July 30, 2007 / 10:42 AM / 11 years ago

China state TV purges staff after dumpling scandal

BEIJING (Reuters) - Chinese state television has begun sacking contract staff after a bogus news report about toxic dumplings that drew international alarm and angered propaganda chiefs, newspapers reported on Monday.

A report made by Beijing TV and shown on China Central Television (CCTV) this month claimed to show a vendor selling steamed dumplings stuffed with chemical-laced cardboard masquerading as pork.

The report brought a crescendo of domestic and international alarm about the country’s lax product safety, with news of bogus food, drugs and other products ranging from seafood and toothpaste to tires.

And it was with both relief and shame that officials announced days later that a Beijing TV contract worker had fabricated the report.

Propaganda officials are now seeking tighter control on the mammoth, multi-channel national broadcaster by sacking masses of contract and informal staff, according to Ta Kung Pao, a Hong Kong paper under mainland control.

A staff member told the paper that after the scandal, the ruling Communist Party’s propaganda department and the State Administration of Radio, Film and Television had demanded that media “carry out resolute self-examination and self-correction”.

“CCTV is following the demand and has begun dismissing employees,” the employee said. “Those with ability can stay, those that aren’t qualified must all be dismissed.”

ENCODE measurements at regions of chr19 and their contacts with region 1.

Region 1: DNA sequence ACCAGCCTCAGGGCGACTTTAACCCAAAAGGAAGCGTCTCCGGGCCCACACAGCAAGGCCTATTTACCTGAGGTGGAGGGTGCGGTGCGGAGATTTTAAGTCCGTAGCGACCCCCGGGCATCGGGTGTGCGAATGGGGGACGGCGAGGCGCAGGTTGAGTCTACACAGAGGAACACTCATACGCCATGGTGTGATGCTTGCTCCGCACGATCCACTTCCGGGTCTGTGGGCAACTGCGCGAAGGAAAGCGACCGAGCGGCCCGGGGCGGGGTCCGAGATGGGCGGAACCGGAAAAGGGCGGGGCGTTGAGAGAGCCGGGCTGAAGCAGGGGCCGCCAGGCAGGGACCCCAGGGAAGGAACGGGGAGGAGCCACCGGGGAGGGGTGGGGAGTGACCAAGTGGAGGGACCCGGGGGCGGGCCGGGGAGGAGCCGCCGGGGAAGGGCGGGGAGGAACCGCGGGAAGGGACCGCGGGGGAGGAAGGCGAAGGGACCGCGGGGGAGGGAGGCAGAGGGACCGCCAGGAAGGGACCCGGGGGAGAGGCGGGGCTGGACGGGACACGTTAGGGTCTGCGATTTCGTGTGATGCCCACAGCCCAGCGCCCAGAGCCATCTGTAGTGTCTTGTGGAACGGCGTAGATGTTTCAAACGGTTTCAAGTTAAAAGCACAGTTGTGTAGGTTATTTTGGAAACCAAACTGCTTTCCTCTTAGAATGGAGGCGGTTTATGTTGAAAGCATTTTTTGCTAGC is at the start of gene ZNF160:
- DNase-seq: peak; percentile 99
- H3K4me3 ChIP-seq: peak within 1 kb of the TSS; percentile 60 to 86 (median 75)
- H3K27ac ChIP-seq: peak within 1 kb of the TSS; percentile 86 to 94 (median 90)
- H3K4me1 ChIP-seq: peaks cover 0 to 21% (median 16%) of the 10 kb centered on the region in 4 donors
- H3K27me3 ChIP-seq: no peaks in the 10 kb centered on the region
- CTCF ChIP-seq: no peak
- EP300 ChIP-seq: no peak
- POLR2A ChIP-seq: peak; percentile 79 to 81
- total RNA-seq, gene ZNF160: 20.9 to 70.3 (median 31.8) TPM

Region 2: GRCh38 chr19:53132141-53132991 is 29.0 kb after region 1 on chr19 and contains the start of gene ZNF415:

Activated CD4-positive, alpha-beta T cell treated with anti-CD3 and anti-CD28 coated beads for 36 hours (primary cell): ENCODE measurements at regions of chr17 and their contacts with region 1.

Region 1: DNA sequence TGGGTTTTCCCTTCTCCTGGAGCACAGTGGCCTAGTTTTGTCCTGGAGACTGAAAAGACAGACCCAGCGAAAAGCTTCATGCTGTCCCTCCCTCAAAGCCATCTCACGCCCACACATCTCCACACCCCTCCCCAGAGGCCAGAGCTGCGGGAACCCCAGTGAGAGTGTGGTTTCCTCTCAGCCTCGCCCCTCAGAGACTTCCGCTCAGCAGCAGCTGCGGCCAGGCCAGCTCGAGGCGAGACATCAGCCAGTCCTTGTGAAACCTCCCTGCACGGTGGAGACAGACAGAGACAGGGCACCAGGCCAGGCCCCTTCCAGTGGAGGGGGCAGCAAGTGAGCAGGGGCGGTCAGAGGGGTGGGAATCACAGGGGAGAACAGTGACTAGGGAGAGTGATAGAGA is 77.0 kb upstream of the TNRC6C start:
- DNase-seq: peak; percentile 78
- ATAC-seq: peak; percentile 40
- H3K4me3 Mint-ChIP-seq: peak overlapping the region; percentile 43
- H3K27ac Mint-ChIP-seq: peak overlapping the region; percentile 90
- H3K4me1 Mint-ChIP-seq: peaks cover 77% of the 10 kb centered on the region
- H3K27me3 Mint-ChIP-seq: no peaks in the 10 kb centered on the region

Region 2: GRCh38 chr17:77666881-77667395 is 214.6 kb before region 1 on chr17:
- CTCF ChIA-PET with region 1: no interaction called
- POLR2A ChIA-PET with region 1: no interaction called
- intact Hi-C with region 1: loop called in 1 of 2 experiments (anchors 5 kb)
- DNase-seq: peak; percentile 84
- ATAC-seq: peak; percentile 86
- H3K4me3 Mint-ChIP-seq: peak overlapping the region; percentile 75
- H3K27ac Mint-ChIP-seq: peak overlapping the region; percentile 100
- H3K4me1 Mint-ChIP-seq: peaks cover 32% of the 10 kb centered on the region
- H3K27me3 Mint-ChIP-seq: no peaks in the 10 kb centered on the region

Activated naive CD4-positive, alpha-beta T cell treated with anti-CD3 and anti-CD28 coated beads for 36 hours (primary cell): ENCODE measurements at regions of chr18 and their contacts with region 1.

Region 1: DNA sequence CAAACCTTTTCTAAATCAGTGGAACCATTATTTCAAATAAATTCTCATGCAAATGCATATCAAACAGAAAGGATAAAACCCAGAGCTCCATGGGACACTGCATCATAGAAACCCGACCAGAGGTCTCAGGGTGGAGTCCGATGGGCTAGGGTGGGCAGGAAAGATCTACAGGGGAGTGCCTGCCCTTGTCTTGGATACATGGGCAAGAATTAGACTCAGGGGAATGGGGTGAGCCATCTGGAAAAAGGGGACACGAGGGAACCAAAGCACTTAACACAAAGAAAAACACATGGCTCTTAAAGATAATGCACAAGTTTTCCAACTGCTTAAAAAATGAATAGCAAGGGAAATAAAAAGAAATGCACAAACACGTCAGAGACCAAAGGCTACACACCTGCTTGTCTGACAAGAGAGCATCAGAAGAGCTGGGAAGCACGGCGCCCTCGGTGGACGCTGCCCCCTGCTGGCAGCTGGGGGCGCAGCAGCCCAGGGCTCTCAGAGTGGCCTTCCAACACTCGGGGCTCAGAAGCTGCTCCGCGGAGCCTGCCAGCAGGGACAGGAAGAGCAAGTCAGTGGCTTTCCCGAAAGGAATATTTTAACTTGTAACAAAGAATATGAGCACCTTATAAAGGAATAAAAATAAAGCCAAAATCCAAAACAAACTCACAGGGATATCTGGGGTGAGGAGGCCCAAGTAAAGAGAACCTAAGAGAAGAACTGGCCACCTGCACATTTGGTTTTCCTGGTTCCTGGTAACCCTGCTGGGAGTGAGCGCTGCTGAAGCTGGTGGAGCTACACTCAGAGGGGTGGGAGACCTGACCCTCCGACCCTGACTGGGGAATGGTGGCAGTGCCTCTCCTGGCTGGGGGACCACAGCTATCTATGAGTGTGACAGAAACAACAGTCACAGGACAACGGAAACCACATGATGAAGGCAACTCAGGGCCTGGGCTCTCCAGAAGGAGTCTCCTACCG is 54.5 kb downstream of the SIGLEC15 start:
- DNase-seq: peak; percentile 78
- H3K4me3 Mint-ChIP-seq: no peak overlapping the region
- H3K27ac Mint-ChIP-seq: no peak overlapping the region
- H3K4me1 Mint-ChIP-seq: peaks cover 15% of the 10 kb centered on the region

Reflecting its status as an arm of state, CCTV has a limited number of formal staff positions authorized by the government. But as channels and the chase for ratings and advertising revenue have expanded, the broadcaster has taken on many hundreds of contract and informal staff.

“These irregular staff are huge in number — about as many as there are formal staff,” commented the Yangcheng Evening News, a state-run paper in Guangdong province, which also reported the dismissals.

They now face official wrath over the scandal.

The move was confirmed to Reuters by several employees of the state broadcaster. “People must go even if the number of programs is reduced,” said one, who said the sackings had begun in recent days.

“These media laborers are too sad. They rushed into CCTV full of ideals ... and now they’re being kicked out the door,” said one commentator on a Chinese blog.

But staff were also skeptical about how deep and lasting the cuts would be. One CCTV worker said many dismissed staff were likely to be re-employed because many programs could not be made without them.

The reporter who made the dumpling report, Zi Beijia, and a handful of others have been detained.

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